It’s not the fall that hurts – it’s the sudden stop.

I read the preceding statement while performing a simulated OSHA inspection. Most fall-related injuries result from the lack of fall protection. Additional injuries occur from improper use of fall protection – utilizing a body belt instead of a full body harness, improper use of lanyards, or utilizing an inadequate anchorage point. Falls from heights of 10 feet or greater almost always result in serious injury or death. It is important to note, however, that serious injuries and fatalities also commonly occur from fall heights of ten feet or less.

After retiring as Chairman of the Joint Chiefs of Staff, General Henry Shelton fell approximately 10 feet from a metal ladder while trimming an oak tree outside his house. Attending physicians were doubtful that Shelton would ever walk again. It’s ironic that a former paratrooper who made 400 jumps without incident, some from 20,000 feet at night, was nearly paralyzed from a fall off a ladder!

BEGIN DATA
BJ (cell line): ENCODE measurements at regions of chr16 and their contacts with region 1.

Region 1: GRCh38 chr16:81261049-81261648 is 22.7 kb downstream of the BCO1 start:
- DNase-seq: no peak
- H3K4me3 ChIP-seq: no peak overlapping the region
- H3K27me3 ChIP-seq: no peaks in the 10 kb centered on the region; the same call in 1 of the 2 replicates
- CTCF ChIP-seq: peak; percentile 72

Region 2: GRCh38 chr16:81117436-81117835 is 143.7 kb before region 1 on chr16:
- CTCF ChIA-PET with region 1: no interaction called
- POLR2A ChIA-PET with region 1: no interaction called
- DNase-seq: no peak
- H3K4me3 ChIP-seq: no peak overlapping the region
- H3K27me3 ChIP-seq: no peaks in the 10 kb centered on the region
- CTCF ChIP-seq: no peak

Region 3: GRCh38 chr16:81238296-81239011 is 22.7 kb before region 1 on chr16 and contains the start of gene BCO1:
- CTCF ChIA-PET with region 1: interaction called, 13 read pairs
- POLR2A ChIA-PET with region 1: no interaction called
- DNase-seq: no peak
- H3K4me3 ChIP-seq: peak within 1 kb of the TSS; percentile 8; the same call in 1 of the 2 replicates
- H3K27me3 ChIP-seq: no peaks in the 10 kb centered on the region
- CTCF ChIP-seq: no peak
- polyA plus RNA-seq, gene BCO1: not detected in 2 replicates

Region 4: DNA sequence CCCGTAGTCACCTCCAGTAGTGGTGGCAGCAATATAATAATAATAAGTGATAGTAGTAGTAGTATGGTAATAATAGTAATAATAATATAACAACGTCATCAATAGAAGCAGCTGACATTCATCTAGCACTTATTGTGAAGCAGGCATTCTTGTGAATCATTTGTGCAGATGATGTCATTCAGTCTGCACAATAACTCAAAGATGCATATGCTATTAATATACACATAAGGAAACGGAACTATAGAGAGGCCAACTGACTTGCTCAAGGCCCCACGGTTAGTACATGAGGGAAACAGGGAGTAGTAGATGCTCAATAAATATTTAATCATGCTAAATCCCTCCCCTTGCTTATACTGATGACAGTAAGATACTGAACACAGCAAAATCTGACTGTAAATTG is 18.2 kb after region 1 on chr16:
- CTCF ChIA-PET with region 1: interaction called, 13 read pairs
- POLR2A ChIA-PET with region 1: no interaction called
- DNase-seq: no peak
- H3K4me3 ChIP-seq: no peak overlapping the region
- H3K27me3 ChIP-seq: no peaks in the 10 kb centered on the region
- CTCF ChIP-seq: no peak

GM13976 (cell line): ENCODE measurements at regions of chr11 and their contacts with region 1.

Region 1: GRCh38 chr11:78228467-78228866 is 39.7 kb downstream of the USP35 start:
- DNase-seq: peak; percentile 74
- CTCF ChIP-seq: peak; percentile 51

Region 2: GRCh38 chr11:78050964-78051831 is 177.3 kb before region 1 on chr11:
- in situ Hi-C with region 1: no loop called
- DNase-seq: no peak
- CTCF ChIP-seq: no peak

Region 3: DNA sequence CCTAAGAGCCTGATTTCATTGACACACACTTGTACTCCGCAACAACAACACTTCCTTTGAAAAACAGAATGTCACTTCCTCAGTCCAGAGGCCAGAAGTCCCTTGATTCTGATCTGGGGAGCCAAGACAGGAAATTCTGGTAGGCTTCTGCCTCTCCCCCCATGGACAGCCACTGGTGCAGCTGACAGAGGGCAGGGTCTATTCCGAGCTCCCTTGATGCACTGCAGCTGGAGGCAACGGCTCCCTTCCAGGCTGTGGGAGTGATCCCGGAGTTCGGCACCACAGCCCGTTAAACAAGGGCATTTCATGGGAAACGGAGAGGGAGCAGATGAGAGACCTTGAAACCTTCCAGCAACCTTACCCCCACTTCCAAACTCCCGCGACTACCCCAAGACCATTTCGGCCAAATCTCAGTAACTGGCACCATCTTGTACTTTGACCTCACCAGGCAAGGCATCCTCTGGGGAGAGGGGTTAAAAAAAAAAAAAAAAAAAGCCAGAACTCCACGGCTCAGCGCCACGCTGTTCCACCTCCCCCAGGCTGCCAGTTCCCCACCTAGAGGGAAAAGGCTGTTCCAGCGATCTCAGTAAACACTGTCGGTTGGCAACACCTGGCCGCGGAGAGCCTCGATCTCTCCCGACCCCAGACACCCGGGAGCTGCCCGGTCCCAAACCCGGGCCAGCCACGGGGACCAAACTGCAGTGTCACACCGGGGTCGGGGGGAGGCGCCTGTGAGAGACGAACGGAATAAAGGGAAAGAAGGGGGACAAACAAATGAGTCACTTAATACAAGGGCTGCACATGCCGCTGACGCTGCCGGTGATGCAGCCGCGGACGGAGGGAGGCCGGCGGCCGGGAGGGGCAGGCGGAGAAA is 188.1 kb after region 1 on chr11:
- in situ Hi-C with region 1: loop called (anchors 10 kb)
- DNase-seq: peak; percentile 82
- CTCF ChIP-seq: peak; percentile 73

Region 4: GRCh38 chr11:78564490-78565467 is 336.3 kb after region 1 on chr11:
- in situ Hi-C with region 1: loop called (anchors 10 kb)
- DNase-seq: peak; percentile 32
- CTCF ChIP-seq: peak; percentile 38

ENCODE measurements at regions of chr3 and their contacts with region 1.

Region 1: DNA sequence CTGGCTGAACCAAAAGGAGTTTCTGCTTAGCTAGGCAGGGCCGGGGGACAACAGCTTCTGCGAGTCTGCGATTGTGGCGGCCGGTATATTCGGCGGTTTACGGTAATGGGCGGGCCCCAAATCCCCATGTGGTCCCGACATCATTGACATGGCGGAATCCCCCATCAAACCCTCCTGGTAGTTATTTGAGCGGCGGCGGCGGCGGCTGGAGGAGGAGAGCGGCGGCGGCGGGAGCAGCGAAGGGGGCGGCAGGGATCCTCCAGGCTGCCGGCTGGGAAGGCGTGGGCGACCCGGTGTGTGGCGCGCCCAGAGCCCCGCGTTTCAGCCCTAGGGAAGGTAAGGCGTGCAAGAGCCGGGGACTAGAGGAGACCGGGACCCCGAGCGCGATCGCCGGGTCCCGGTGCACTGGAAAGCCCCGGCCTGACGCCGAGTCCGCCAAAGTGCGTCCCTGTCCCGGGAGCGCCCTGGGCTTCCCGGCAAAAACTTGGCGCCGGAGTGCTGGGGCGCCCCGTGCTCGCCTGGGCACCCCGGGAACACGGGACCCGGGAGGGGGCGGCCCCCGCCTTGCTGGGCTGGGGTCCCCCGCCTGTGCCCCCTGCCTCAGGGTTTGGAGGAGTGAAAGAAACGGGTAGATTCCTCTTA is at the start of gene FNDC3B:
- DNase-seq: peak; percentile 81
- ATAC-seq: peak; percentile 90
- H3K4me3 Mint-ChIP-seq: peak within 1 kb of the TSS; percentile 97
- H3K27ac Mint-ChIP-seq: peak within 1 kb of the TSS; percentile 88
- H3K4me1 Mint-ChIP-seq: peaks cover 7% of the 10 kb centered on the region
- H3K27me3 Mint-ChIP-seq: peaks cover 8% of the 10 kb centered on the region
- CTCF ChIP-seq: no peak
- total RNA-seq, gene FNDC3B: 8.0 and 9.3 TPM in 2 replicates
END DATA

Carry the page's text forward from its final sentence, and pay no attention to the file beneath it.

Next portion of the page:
OSHA lists falls as one of the leading causes of traumatic occupational death, accounting for eight percent of all occupational fatalities from trauma. An OSHA study involving 99 fall-related fatalities suggests that virtually all of those deaths could have been prevented by the use of guardrails, body harnesses, safety nets, covers, or other means which would have reduced employee exposure to the fall hazard.